On 29 February 1876, Lord Northbrook, Governor-General of India, promulgated an ordinance. The Indian Mirror of 1 March 1876 reported as follows:

A Gazette of India Extra-ordinary was issued last evening containing an Ordinance to empower the Government of Bengal to prohibit certain dramatic performances, which are scandalous, defamatory, seditious, obscene, or otherwise prejudicial to the public interest. The Ordinance shall remain in force till May next by which time a law will be passed by the Viceregal Council on the subject.

In March 1876 the Dramatic Performances Control Bill was introduced in the Viceroy’s Council. Despite strong public opposition, the Bill was passed into law in December 1876. While the immediate provocation for the promulgation of the ordinance was the play Gajadananda o Jubaraj, the actual motive of the Government was to silence such nationalistic plays as Nil Darpan, Bharat Mata, Puru-Vikram, Bharate Yavan, Banger Sukhabasan, Beer Nari. This Act also served as a weapon to proscribe, at one time or another up to 1911, the following works: Anandamath, Chandrasekhar, Mrinalini, Chhatrapati Shivaji, Karagar among others.

After the Bill is passed[edit]

Following the promulgation of the Dramatic Performances Act, the government felt dissatisfied with its terms and sought to devise some sort of punishment for the sponsors of the prohibited plays. Their aim was to charge the sponsors if not on the ground of a play itself, then at least, on some other point. On 4 March 1876, when the play Sati Ki Kalankini was being performed on the stage of the Great National Theatre, the police stormed the place and arrested the director Upendra Nath Das, the manager Amritlal Basu and eight others on the charge of immorality for an earlier play, Surendra Binodini. On 8 March Upendra Nath and Amritlal were sentenced to one month’s simple imprisonment while the rest were released. Later however, the High Court overruled the order of the Police Court and released the duo.

This case reflects the extent to which the rulers of colonial era sought to gag free speech, and noticing within the public theatre the germs of a nationalist movement, came down hard on theatre groups, individual directors of plays and even those who appeared to be the sympathizers of this creative domain.

Post-Independence scenario[edit]

Following the independence of India on 15 August 1947, this Act was not entirely abolished. Post-1947, many states have introduced their own amended versions of this Act and some have in fact modified it to such an extent that it has even increased the Government’s control over public theatre performance in Independent India. The Bombay DPA, brought into action in 1950, is one such case in point.

Stringent censorship of public theatres has in fact continued in India in the post-independence era. The police have often called upon members of a particular theatre association or individual persons to furnish entire manuscripts of plays for scrutiny by the censorship authorities, which then might or might not be banned or selectively abridged. In 1953, the Indian People’s Theatre Association was faced with such a trial when they were called upon to turn in about fifty manuscripts, which included the plays Nil Darpan and Nabanna.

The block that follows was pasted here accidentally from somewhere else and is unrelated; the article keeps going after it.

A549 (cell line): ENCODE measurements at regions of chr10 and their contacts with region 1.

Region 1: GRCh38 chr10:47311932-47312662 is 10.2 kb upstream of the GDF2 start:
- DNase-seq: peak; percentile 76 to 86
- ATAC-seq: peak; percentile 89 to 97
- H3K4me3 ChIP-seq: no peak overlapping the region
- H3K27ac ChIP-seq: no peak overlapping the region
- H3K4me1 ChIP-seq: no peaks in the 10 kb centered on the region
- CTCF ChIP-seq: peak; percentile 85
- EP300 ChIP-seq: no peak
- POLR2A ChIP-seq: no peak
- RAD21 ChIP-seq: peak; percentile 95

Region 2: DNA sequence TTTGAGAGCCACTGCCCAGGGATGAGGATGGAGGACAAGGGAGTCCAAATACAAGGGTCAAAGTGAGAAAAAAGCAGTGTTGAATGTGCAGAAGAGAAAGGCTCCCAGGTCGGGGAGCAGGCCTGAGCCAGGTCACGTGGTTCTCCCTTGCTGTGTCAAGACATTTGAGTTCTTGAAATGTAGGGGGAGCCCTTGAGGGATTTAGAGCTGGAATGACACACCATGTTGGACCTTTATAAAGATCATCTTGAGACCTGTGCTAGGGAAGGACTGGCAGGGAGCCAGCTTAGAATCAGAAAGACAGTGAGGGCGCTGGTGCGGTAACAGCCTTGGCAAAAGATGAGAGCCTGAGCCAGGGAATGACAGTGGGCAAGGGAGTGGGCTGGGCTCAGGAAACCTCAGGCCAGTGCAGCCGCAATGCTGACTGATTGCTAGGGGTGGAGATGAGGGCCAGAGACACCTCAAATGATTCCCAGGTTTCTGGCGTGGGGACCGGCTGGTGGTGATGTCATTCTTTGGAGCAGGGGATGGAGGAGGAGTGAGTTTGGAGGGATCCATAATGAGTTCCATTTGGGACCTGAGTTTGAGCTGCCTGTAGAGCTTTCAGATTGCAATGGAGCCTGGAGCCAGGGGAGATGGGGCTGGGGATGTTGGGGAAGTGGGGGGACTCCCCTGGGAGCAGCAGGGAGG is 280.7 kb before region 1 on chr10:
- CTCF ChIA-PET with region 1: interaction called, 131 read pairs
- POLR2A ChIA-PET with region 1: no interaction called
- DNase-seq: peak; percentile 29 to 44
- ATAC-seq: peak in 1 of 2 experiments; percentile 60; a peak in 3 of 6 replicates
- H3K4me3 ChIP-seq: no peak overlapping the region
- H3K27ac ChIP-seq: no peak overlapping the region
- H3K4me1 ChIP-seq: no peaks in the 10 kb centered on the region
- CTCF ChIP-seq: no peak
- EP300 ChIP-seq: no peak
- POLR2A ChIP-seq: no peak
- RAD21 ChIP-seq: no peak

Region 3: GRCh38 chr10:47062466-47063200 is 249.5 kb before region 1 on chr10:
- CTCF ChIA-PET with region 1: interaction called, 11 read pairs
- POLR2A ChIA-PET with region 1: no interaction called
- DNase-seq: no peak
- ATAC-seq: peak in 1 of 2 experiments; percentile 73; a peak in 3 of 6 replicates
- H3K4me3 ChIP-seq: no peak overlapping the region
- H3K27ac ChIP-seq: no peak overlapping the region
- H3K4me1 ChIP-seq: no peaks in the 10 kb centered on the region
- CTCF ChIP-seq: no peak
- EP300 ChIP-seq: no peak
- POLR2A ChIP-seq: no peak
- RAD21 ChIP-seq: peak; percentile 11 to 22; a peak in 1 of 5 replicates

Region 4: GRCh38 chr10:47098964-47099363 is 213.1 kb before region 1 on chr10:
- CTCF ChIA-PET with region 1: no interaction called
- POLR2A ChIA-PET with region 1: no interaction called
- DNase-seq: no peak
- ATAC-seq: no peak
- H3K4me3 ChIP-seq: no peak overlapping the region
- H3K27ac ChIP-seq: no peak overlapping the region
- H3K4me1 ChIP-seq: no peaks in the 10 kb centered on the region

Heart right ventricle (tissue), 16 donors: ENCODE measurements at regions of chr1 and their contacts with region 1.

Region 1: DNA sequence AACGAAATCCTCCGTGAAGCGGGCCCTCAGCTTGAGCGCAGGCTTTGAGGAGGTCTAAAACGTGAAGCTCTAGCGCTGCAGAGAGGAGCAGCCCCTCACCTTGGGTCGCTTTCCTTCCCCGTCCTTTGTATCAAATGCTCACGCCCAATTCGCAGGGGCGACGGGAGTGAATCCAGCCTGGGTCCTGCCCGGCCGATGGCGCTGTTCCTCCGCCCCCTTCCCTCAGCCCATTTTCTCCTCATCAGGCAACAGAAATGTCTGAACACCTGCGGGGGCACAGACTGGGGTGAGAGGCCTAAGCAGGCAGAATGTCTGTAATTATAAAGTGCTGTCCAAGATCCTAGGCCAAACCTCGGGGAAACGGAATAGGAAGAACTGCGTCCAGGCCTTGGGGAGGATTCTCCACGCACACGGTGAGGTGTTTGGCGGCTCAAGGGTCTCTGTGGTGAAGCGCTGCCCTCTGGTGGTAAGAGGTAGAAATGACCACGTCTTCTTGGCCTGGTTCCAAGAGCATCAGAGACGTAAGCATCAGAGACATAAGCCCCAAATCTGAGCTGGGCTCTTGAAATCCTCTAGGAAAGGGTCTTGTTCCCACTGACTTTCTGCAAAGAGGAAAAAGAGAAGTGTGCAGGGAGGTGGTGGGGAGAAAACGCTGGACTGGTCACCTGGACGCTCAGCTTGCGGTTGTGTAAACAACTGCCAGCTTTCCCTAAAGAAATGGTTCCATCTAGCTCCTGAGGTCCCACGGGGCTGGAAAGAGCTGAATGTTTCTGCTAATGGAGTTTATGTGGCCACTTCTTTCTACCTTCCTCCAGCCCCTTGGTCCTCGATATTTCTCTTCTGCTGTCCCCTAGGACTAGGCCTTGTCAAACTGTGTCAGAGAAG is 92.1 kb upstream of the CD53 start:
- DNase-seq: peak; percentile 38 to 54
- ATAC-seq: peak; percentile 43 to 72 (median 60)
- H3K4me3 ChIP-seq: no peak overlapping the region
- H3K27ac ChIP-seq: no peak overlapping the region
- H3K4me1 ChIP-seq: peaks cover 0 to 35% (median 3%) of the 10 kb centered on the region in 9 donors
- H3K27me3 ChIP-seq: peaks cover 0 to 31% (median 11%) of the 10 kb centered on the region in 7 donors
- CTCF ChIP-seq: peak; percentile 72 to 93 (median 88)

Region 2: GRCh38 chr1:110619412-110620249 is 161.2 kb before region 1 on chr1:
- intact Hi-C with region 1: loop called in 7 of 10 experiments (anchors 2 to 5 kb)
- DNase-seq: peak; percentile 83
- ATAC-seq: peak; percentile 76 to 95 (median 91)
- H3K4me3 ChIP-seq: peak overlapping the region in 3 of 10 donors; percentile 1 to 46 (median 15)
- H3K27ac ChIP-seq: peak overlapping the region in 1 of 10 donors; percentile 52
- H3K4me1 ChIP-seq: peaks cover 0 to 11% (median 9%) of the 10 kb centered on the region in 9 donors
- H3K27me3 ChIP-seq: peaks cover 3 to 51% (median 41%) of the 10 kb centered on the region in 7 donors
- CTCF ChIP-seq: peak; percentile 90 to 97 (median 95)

In 1953, Malayalam playwright and film director Thoppil Bhasi’s play Ningalenne Communistakki i.e. You Made Me a Communist was banned by the Thiruvananthapuram District Magistrate according to the provisions of the Dramatic Performances Act.The government alleged that the play contained provocative material which might prove harmful to the integrity of the state and encourage people to rise in revolt against the government. This play charts the life of a middle-aged man as he journeys from the cloisters of a conservative upper-class Hindu family to communism. After being banned, the play, its cast and director invited greater trouble upon themselves by violating the ban and performing the play at Kovalam, near Thiruvananthapuram. This led to the immediate arrest of all the actors of the play. However, an effective opposition from the Communist Party in Kerala compelled the High Court to declare the ban null and void two months later. West Bengal repealed the Act in the year 1962 following persistent agitation from the ranks of the artists’ fraternity.

The India Code Compilation of Unrepealed Central Acts declared in 1993 that the Act is one of the "obsolete laws" that exists in India today. The report of the committee to identify the central acts which are not relevant or no longer needed or require repeal/re-enactment in the present socio-economic context has identified this Act as suitable for repeal.[2]

References and bibliography[edit]

  • Bhatia, Nandi. Acts of Authority/Acts of Resistance: Theater and Politics in Colonial and Postcolonial India. University of Michigan Press, 2004.
  • Mukherjee, Sushil Kumar. The Story of the Calcutta Theatres--1753-1980. Kolkata: K.P.Bagchi and Company, 1982.

External links[edit]

  • [1] Text of the Dramatic Performances Act on the Government of Pakistan website
  • [2] Text of the Dramatic Performances Act on the Indian Legislation Database website